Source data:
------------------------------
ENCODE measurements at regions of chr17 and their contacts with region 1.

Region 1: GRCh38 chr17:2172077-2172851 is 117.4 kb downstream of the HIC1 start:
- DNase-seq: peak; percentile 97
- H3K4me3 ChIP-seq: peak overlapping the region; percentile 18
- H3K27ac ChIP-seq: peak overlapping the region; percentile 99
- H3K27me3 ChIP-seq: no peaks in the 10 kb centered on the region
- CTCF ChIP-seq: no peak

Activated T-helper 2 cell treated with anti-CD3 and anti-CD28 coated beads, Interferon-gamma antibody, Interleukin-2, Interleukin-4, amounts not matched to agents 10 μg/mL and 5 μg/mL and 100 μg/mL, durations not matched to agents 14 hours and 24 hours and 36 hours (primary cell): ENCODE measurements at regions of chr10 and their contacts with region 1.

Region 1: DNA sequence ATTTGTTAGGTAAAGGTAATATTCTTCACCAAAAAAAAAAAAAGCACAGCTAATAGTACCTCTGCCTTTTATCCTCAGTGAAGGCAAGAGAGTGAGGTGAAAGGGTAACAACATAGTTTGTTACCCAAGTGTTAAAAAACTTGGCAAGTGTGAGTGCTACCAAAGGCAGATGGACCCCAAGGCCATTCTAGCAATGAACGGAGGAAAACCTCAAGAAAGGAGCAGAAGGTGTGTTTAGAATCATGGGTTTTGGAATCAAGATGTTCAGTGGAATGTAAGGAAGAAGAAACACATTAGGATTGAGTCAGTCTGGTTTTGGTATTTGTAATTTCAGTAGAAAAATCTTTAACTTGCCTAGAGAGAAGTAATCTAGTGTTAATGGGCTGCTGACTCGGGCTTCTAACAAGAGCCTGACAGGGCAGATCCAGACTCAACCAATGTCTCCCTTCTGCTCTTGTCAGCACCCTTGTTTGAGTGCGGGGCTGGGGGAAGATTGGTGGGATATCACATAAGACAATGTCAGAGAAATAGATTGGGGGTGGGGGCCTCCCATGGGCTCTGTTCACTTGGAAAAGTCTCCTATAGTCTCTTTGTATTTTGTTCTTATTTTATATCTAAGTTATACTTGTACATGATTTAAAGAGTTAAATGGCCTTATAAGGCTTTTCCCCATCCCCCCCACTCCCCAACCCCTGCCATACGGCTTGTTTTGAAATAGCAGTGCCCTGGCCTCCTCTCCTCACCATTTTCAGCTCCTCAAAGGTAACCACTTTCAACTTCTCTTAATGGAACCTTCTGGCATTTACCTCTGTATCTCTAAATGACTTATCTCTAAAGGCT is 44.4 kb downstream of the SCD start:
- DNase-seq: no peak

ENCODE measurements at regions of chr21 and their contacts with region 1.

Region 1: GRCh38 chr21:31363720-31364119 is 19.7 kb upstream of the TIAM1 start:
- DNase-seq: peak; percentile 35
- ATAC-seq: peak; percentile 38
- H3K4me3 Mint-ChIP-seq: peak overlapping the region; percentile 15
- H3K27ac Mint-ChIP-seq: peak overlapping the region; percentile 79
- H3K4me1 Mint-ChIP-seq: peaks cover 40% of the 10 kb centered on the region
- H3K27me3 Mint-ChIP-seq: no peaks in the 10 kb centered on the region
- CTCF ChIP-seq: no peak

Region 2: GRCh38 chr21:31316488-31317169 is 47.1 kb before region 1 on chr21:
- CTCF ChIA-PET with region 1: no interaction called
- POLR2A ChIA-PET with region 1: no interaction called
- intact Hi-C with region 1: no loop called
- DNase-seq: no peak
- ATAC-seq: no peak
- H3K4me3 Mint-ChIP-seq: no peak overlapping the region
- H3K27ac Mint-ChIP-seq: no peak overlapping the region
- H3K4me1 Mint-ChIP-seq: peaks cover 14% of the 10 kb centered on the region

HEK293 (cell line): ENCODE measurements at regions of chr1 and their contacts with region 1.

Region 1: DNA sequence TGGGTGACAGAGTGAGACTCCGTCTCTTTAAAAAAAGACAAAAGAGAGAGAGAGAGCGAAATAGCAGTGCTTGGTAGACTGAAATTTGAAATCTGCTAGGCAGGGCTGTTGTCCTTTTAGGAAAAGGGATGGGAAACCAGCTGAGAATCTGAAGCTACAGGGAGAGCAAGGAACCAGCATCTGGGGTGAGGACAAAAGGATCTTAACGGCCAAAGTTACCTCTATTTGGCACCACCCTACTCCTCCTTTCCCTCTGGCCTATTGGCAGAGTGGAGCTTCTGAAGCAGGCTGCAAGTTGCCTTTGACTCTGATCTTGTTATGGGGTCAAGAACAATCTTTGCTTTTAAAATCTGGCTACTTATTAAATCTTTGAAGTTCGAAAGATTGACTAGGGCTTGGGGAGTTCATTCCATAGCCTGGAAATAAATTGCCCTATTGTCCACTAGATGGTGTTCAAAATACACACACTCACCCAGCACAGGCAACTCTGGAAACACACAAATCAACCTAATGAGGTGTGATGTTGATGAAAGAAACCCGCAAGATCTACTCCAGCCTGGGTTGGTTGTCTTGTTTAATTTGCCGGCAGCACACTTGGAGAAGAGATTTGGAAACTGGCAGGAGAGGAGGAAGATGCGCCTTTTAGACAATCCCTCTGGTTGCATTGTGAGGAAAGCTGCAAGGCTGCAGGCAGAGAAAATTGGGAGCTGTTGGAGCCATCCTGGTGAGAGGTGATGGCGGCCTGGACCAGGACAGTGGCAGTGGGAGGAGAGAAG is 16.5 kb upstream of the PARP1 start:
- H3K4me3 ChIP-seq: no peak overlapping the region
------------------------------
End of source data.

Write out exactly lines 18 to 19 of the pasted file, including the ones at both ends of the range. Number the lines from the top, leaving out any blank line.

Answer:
- H3K27me3 Mint-ChIP-seq: no peaks in the 10 kb centered on the region
- CTCF ChIP-seq: no peak